Liberating Our Past

Magazine cover with painting of young Black girl in turban and apron standing in a doorway

This article originally appeared in Southern Exposure Vol. XII No. 6, "Liberating Our Past." Find more from that issue here.

“A new synthesis awaits the pen of a historian with another world view, fresher insights, and perhaps a different philosophy of history.” 

— C. Vann Woodward, 1971 


Regions, like people, undergo constant change, and the most dramatic shifts often lead to alterations in self-understanding. Every time we “start over,” we begin to see and explain ourselves a little differently. In the 15 years between 1954 and 1969, the American South experienced a painful and exhilarating struggle for social liberation that was long overdue. That many-sided movement stimulated a less visible but equally complicated and hopeful struggle to set the region’s history “free at last.” This volume is a progress report on the continuing effort to liberate the Southern past. 

The people doing the liberating over the past 15 years span several generations, and even continents. Many have received formidable professional training; others have informed themselves in public libraries. But all — through reading old letters and conversing on front porches — have learned from Southerners whose lives have been distorted or dismissed by earlier historians. 

The personal odysseys of these liberator-historians differ widely, but as the answers to our recent survey indicate (see pages most credit the Freedom Movement with shaping or crystallizing their commitment to explore a pluralistic, often contentious, always changing South. It’s no accident that such pioneers of this non-elitist perspective as C. Vann Woodward and John Hope Franklin joined a delegation of scholars in the Selma-to-Montgomery March of 1965, nor that many of the writers in this volume participated in one aspect or another of the movement. For just as the Freedom Movement challenged the moral authority of the Southern establishment, so too it called into question scholarly research and popular images of a Southern past that considered no one but white elite males as worthy of attention. And just as the movement inspired individual courage and fostered an environ- ment in which people found themselves taking actions they never dreamed possible, so too a new spirit of experimentation and eagerness prompted a generation of historians to document the roots of a dynamic, activist South — one propelled as much by the revolts and daily struggles of common people as by the economic or egotistical motives of the elite.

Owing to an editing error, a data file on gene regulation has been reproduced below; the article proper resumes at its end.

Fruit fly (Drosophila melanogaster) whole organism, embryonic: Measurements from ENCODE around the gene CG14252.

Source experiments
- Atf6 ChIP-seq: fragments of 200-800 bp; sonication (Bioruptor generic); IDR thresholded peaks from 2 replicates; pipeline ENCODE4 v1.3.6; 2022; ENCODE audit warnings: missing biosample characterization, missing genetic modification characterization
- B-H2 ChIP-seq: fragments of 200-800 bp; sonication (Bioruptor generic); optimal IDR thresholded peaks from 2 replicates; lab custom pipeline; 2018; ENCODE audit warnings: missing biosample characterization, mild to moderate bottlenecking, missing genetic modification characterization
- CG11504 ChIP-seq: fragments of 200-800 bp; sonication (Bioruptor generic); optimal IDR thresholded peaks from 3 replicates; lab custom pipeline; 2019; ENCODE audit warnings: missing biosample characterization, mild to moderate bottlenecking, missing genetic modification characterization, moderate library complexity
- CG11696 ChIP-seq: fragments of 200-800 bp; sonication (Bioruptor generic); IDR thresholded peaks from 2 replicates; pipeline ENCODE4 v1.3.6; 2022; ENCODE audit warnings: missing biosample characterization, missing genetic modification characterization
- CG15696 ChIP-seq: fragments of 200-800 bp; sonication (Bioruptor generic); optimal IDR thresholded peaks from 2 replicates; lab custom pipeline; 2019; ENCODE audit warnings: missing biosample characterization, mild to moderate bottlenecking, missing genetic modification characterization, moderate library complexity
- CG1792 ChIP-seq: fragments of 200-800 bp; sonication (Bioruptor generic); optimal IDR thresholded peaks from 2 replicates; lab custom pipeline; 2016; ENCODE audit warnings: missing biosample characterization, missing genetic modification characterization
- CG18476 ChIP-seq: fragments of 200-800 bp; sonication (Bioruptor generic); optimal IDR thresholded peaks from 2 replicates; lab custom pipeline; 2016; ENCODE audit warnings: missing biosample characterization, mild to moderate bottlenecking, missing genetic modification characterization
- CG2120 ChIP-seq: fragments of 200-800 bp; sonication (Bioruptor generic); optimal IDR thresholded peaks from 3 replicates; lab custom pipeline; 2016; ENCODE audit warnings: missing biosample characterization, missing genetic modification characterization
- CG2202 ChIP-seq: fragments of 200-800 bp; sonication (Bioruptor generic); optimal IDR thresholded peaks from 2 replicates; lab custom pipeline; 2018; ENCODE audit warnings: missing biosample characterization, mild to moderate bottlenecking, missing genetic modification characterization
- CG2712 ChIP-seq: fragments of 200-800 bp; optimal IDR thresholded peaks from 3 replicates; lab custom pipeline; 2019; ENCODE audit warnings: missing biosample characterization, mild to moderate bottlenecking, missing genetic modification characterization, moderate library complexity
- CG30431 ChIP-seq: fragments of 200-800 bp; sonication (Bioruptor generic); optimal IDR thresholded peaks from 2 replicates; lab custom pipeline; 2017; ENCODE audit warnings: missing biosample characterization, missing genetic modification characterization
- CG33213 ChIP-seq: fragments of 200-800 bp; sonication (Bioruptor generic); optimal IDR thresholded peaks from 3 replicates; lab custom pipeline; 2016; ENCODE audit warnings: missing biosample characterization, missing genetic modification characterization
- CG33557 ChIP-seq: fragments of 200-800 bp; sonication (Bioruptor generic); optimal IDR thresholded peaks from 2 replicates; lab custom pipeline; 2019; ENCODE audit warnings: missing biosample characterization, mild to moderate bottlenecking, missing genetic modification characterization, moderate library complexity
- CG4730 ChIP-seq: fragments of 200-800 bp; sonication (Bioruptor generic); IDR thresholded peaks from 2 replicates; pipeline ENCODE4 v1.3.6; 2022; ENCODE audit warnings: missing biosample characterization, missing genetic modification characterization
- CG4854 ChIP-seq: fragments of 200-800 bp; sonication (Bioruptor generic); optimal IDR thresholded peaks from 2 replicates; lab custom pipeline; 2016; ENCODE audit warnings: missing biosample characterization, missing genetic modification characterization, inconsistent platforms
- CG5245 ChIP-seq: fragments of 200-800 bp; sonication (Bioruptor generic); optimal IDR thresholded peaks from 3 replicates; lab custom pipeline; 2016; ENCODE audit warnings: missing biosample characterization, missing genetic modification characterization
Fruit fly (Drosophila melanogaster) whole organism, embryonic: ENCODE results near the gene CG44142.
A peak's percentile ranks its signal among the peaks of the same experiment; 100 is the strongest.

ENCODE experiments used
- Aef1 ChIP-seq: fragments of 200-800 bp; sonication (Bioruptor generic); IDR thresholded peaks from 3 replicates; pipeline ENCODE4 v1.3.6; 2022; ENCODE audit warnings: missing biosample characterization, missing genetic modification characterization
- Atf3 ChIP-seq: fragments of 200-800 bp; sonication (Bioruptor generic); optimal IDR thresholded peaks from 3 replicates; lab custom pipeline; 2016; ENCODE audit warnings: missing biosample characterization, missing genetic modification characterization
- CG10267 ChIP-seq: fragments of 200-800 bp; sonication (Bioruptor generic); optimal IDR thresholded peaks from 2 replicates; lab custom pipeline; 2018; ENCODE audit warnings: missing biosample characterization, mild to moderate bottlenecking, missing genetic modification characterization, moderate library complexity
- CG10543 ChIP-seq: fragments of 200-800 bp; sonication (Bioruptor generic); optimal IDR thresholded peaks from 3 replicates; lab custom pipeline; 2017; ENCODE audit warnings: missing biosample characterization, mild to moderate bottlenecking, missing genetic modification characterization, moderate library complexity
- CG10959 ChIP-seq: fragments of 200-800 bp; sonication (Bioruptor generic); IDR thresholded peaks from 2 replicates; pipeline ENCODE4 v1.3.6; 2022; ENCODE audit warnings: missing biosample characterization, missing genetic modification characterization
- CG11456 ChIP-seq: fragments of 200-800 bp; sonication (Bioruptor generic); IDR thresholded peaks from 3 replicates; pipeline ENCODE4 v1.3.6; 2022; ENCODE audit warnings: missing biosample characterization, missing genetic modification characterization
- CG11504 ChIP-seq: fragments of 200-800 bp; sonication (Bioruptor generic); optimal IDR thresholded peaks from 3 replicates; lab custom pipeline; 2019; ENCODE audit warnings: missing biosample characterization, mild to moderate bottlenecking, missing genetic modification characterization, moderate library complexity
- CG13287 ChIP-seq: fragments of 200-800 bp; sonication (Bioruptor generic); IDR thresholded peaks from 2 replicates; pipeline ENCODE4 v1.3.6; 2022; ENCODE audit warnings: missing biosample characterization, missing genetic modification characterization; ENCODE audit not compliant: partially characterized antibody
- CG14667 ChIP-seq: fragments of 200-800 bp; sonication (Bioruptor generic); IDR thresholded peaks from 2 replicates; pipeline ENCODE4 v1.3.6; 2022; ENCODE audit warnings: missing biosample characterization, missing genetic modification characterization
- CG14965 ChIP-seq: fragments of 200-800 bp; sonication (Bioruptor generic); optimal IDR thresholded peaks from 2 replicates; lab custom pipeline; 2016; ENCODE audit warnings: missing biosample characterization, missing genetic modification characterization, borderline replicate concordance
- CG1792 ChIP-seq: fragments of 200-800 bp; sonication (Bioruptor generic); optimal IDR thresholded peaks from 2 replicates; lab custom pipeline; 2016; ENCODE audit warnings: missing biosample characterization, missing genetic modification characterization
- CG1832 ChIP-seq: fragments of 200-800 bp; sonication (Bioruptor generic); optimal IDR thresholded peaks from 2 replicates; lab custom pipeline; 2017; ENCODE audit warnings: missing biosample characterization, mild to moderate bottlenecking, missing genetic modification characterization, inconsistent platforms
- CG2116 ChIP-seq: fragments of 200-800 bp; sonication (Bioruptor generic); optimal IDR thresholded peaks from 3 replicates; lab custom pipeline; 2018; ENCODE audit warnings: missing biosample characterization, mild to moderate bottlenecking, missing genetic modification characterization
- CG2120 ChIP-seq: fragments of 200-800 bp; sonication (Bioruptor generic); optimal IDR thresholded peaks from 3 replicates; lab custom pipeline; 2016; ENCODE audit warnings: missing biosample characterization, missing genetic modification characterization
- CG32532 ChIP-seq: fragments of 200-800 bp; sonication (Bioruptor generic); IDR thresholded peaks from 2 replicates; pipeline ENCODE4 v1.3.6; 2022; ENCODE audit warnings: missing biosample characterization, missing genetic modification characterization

With varying degrees of subtlety, the old view projected a harmonious, hierarchical society in which most people found their place according to their color, gender, or class, and kept their mouths shut. “An old fashioned Southern plantation,” wrote Charles Morris, “was one of the purest, sweetest, and most agreeable types of social life ever known.” According to Morris’s 1907 book The Old South and the New, “The black man alone may thank the institution of slavery. Through it, he passed perhaps along the easiest road that any slave people ever passed from savagery to civilization. . . .” 

On the other hand, Morris continued, “poor whites . . . largely devoid of education, formed the most undesirable part of the population, many of them living in a state of vice and degradation.” As for the proper place of women: “. . . the mistress of the Southern plantation and through emulation, Southern women generally, was exalted as in no society in the world.”